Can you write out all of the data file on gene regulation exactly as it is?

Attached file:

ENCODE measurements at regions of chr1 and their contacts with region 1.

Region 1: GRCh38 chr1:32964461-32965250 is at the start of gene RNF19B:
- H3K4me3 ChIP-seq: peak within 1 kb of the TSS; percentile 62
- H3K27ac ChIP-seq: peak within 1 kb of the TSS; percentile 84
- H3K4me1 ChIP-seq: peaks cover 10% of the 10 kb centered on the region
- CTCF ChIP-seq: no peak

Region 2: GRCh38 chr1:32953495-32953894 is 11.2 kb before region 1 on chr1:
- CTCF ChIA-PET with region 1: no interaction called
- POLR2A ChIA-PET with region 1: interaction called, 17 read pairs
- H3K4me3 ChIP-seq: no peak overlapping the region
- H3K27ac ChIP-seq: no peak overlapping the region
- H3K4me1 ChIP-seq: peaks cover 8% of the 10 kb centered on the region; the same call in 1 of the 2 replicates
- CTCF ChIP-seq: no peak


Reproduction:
ENCODE measurements at regions of chr1 and their contacts with region 1.

Region 1: GRCh38 chr1:32964461-32965250 is at the start of gene RNF19B:
- H3K4me3 ChIP-seq: peak within 1 kb of the TSS; percentile 62
- H3K27ac ChIP-seq: peak within 1 kb of the TSS; percentile 84
- H3K4me1 ChIP-seq: peaks cover 10% of the 10 kb centered on the region
- CTCF ChIP-seq: no peak

Region 2: GRCh38 chr1:32953495-32953894 is 11.2 kb before region 1 on chr1:
- CTCF ChIA-PET with region 1: no interaction called
- POLR2A ChIA-PET with region 1: interaction called, 17 read pairs
- H3K4me3 ChIP-seq: no peak overlapping the region
- H3K27ac ChIP-seq: no peak overlapping the region
- H3K4me1 ChIP-seq: peaks cover 8% of the 10 kb centered on the region; the same call in 1 of the 2 replicates
- CTCF ChIP-seq: no peak